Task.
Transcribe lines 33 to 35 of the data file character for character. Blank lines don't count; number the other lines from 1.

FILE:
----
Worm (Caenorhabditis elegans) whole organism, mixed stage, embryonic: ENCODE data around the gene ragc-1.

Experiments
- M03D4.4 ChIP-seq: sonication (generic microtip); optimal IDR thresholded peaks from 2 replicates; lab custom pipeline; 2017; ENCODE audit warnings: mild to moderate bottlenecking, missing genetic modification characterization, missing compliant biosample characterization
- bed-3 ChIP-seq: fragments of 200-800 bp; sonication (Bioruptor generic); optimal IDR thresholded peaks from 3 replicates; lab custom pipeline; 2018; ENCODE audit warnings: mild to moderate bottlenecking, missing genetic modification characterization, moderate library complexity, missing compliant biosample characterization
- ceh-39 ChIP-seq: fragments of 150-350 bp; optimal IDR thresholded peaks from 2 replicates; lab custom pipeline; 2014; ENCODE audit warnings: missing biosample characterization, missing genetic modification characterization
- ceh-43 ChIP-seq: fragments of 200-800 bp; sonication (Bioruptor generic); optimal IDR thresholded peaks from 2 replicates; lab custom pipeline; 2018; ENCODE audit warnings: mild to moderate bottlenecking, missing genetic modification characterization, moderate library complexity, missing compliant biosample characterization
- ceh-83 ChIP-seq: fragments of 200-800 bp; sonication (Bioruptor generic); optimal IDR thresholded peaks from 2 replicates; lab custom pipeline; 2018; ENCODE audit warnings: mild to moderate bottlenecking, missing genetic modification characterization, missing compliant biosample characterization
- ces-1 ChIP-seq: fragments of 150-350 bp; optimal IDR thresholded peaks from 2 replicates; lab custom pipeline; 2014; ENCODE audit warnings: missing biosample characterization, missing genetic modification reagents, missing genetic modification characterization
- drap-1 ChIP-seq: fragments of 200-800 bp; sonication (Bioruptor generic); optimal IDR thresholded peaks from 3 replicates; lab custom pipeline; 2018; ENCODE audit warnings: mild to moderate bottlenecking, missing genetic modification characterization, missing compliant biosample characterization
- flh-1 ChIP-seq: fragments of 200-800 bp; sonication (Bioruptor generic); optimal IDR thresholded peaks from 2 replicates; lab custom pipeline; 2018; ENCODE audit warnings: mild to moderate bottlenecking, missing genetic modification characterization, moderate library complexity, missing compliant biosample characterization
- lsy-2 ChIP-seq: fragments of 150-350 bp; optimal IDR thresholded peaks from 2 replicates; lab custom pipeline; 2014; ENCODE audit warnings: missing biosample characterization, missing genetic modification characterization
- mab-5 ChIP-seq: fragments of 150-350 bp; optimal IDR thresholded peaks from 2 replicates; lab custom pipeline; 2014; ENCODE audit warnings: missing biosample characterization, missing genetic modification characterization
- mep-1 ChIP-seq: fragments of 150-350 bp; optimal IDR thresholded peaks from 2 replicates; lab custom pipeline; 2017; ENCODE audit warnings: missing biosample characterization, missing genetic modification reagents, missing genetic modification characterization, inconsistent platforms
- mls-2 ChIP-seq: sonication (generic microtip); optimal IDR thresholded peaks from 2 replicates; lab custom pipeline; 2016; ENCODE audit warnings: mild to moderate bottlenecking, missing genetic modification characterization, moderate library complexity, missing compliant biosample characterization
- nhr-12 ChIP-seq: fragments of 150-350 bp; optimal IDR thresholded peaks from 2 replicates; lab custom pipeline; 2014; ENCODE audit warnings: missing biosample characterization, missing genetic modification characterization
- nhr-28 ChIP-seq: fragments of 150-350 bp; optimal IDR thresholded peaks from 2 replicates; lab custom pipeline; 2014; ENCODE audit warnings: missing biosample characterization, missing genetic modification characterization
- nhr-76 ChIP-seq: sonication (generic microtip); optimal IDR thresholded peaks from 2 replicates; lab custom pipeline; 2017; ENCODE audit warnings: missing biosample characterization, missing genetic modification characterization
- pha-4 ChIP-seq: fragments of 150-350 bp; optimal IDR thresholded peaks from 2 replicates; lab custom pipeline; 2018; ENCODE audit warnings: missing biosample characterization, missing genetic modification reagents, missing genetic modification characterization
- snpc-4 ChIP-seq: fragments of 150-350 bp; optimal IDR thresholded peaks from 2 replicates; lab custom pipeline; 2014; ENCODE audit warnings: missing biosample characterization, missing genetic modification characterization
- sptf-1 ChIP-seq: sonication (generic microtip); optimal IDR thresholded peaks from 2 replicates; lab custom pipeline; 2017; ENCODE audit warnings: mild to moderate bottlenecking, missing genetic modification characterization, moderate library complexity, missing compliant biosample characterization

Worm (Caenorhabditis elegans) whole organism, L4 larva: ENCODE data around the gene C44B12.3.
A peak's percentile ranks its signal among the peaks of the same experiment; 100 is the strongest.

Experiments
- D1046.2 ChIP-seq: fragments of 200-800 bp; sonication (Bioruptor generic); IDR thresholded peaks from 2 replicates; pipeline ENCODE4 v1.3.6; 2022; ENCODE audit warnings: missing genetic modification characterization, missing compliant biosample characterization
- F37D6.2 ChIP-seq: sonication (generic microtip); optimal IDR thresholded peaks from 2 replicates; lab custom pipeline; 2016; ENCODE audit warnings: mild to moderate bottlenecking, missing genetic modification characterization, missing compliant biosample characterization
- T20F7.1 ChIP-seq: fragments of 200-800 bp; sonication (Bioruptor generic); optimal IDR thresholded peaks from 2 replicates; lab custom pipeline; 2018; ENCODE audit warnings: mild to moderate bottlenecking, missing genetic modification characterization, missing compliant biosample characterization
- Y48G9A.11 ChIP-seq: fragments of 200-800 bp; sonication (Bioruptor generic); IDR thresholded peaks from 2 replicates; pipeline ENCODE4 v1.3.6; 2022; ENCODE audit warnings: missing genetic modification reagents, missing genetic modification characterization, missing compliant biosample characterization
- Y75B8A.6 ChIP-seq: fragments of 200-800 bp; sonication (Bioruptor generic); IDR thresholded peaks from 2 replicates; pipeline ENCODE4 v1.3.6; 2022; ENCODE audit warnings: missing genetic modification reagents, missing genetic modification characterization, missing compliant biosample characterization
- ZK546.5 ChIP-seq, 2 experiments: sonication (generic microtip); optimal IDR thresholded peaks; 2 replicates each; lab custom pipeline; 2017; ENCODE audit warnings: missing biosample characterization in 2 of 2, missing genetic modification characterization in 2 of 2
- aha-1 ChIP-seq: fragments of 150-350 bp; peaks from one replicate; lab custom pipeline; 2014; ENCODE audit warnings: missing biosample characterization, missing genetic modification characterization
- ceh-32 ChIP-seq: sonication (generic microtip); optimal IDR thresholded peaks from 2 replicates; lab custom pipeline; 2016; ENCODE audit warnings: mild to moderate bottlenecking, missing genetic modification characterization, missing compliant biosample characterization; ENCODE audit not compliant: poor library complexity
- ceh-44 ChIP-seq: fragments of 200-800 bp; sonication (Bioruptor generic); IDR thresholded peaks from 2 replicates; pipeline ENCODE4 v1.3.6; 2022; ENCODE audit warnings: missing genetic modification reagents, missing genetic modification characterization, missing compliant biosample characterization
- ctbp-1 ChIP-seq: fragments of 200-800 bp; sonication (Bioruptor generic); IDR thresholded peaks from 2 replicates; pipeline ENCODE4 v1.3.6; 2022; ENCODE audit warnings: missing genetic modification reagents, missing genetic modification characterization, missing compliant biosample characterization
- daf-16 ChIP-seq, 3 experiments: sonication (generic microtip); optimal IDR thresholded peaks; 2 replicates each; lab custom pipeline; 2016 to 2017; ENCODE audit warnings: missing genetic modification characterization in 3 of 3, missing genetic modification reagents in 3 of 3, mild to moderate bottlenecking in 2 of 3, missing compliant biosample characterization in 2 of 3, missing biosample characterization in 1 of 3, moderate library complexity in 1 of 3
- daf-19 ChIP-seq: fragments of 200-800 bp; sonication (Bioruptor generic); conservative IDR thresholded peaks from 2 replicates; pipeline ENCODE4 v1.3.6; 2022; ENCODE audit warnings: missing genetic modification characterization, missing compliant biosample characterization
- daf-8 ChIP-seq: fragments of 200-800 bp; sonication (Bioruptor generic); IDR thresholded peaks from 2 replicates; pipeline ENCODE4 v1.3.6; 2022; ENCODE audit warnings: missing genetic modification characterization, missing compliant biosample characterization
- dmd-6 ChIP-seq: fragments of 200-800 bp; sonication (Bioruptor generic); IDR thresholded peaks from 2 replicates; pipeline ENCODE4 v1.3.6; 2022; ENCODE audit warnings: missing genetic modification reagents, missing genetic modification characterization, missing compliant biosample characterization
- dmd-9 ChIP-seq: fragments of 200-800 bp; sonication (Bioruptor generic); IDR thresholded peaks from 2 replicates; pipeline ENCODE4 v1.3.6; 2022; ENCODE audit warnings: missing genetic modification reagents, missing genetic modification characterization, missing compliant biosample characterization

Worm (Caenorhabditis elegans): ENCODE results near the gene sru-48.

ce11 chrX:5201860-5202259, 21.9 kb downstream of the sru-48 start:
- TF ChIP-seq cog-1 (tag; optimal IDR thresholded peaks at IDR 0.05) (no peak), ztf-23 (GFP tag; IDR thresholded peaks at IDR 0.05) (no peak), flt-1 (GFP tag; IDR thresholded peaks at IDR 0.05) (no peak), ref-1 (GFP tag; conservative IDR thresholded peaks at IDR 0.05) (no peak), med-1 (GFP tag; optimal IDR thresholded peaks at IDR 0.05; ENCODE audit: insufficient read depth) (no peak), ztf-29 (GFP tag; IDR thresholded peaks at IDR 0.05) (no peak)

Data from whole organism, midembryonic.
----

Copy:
- ctbp-1 ChIP-seq: fragments of 200-800 bp; sonication (Bioruptor generic); IDR thresholded peaks from 2 replicates; pipeline ENCODE4 v1.3.6; 2022; ENCODE audit warnings: missing genetic modification reagents, missing genetic modification characterization, missing compliant biosample characterization
- daf-16 ChIP-seq, 3 experiments: sonication (generic microtip); optimal IDR thresholded peaks; 2 replicates each; lab custom pipeline; 2016 to 2017; ENCODE audit warnings: missing genetic modification characterization in 3 of 3, missing genetic modification reagents in 3 of 3, mild to moderate bottlenecking in 2 of 3, missing compliant biosample characterization in 2 of 3, missing biosample characterization in 1 of 3, moderate library complexity in 1 of 3
- daf-19 ChIP-seq: fragments of 200-800 bp; sonication (Bioruptor generic); conservative IDR thresholded peaks from 2 replicates; pipeline ENCODE4 v1.3.6; 2022; ENCODE audit warnings: missing genetic modification characterization, missing compliant biosample characterization